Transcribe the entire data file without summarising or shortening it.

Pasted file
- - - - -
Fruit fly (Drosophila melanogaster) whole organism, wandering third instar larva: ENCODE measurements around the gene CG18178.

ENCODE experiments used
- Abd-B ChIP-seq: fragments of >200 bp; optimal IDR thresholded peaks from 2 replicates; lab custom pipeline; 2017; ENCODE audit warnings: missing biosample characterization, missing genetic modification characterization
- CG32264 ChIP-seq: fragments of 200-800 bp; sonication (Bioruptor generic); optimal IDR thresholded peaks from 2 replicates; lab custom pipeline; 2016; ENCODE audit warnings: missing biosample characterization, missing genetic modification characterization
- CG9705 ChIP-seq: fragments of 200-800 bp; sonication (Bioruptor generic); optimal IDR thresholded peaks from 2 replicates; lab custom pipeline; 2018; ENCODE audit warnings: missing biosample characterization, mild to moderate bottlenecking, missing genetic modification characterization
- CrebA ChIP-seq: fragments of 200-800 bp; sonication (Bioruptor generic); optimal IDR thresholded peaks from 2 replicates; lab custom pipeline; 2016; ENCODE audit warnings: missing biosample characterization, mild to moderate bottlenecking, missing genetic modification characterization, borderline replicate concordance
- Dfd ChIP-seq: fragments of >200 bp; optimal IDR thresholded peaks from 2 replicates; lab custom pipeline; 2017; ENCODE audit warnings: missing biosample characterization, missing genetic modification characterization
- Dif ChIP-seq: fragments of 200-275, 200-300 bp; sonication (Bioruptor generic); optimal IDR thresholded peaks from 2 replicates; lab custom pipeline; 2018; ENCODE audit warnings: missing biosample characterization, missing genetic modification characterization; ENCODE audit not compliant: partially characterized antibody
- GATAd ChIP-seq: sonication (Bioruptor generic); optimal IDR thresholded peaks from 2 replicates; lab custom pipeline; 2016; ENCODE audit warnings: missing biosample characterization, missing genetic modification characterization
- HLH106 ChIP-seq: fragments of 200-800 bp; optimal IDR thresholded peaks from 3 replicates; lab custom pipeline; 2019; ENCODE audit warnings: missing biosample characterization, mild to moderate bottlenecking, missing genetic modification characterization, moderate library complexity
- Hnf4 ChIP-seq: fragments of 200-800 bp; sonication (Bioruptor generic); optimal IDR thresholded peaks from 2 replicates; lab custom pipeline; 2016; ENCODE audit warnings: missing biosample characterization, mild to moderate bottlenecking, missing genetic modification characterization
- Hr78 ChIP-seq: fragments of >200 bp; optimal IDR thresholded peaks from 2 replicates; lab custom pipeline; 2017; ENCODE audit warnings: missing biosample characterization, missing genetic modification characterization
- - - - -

Fruit fly (Drosophila melanogaster) whole organism, wandering third instar larva: ENCODE measurements around the gene CG18178.

ENCODE experiments used
- Abd-B ChIP-seq: fragments of >200 bp; optimal IDR thresholded peaks from 2 replicates; lab custom pipeline; 2017; ENCODE audit warnings: missing biosample characterization, missing genetic modification characterization
- CG32264 ChIP-seq: fragments of 200-800 bp; sonication (Bioruptor generic); optimal IDR thresholded peaks from 2 replicates; lab custom pipeline; 2016; ENCODE audit warnings: missing biosample characterization, missing genetic modification characterization
- CG9705 ChIP-seq: fragments of 200-800 bp; sonication (Bioruptor generic); optimal IDR thresholded peaks from 2 replicates; lab custom pipeline; 2018; ENCODE audit warnings: missing biosample characterization, mild to moderate bottlenecking, missing genetic modification characterization
- CrebA ChIP-seq: fragments of 200-800 bp; sonication (Bioruptor generic); optimal IDR thresholded peaks from 2 replicates; lab custom pipeline; 2016; ENCODE audit warnings: missing biosample characterization, mild to moderate bottlenecking, missing genetic modification characterization, borderline replicate concordance
- Dfd ChIP-seq: fragments of >200 bp; optimal IDR thresholded peaks from 2 replicates; lab custom pipeline; 2017; ENCODE audit warnings: missing biosample characterization, missing genetic modification characterization
- Dif ChIP-seq: fragments of 200-275, 200-300 bp; sonication (Bioruptor generic); optimal IDR thresholded peaks from 2 replicates; lab custom pipeline; 2018; ENCODE audit warnings: missing biosample characterization, missing genetic modification characterization; ENCODE audit not compliant: partially characterized antibody
- GATAd ChIP-seq: sonication (Bioruptor generic); optimal IDR thresholded peaks from 2 replicates; lab custom pipeline; 2016; ENCODE audit warnings: missing biosample characterization, missing genetic modification characterization
- HLH106 ChIP-seq: fragments of 200-800 bp; optimal IDR thresholded peaks from 3 replicates; lab custom pipeline; 2019; ENCODE audit warnings: missing biosample characterization, mild to moderate bottlenecking, missing genetic modification characterization, moderate library complexity
- Hnf4 ChIP-seq: fragments of 200-800 bp; sonication (Bioruptor generic); optimal IDR thresholded peaks from 2 replicates; lab custom pipeline; 2016; ENCODE audit warnings: missing biosample characterization, mild to moderate bottlenecking, missing genetic modification characterization
- Hr78 ChIP-seq: fragments of >200 bp; optimal IDR thresholded peaks from 2 replicates; lab custom pipeline; 2017; ENCODE audit warnings: missing biosample characterization, missing genetic modification characterization